The 19th Amendment passed in 1920, but, as one of the few things we probably do remember from history class, that definitely wasn’t the end of the fight for voting rights. And although we learned the names of the prominent women of the suffrage movement (leaving out their racism and classism, of course), we didn’t hear much about the actions of white women in the years after suffrage “won.” In this episode, we discuss where white women got involved in the movement against voter suppression, where they didn’t, and why both were problematic. There were some efforts to be more inclusive of Black women in parts of this effort, but the old white woman habits of capitulating to white supremacy were still around. We’re not shocked anymore, but we’re still disgusted. Shout out to legal scholars Ronnie Podolefsky and Sarah Wilkerson-Freeman for their super helpful articles shining a light on white women's fuckery related to the poll tax.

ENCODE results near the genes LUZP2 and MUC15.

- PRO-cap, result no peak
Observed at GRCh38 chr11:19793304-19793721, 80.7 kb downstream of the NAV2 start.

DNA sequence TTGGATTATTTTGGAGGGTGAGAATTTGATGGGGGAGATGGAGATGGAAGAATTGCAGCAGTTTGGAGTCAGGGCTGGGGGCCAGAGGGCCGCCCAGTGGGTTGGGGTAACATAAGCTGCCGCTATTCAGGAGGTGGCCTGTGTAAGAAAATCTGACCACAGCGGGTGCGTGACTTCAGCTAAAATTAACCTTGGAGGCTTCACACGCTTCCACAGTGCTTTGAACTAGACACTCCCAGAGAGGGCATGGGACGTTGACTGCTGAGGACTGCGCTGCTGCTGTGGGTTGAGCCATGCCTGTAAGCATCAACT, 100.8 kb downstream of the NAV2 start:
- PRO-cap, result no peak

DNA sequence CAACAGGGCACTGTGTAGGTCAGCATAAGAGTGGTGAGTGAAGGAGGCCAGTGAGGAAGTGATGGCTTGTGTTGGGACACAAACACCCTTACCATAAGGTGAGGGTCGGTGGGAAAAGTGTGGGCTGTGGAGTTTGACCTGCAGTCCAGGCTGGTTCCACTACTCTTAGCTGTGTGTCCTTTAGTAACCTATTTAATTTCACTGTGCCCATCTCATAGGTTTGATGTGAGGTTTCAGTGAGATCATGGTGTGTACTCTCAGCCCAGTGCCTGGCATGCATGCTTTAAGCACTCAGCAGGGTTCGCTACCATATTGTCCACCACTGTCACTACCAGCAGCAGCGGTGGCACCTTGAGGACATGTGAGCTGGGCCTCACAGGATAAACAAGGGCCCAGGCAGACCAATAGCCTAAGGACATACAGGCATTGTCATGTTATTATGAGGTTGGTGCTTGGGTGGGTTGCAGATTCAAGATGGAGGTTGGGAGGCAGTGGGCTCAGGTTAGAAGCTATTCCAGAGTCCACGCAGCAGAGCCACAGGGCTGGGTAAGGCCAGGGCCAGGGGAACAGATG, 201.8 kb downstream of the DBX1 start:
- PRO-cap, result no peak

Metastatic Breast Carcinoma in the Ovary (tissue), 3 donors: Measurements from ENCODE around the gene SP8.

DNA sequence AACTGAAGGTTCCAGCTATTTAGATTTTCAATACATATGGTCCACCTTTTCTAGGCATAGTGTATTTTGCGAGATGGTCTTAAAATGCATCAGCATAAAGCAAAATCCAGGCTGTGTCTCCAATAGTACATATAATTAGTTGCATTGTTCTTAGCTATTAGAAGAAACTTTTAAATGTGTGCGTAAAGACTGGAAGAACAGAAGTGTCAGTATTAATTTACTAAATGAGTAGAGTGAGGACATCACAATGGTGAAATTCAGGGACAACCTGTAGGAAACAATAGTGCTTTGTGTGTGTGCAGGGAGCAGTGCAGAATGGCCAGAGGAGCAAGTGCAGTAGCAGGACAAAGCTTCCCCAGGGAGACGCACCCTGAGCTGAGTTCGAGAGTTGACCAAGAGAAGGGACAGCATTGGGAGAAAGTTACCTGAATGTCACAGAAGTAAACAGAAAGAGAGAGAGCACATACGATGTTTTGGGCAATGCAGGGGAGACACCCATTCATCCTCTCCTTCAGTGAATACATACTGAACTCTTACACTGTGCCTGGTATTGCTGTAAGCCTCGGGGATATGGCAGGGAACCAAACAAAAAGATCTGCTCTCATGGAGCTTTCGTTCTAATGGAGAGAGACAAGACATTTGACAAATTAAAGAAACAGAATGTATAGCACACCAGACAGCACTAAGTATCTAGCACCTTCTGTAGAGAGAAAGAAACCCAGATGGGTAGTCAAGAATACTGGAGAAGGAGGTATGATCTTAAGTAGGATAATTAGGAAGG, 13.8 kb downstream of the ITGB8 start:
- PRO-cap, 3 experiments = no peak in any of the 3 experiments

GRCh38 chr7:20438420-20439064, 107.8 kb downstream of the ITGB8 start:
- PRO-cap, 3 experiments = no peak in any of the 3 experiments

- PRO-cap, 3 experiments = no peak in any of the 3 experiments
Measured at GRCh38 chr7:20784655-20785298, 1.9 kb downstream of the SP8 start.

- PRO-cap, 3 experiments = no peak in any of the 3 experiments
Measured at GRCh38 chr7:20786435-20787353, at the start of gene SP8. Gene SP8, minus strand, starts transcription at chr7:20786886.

Podolefsky, R. L. (1997). Illusion of suffrage: Female voting rights and the women's poll tax repeal movement after the Nineteenth Amendment. Notre Dame L. Rev., 73, 839.
Wilkerson-Freeman, S. (2002). The second battle for woman suffrage: Alabama white women, the poll tax, and VO Key's master narrative of southern politics. The Journal of Southern History, 68(2), 333-374.
Virginia Durr and Rosa Parks in 1981—three years before Mississippi ratified the 19th Amendment.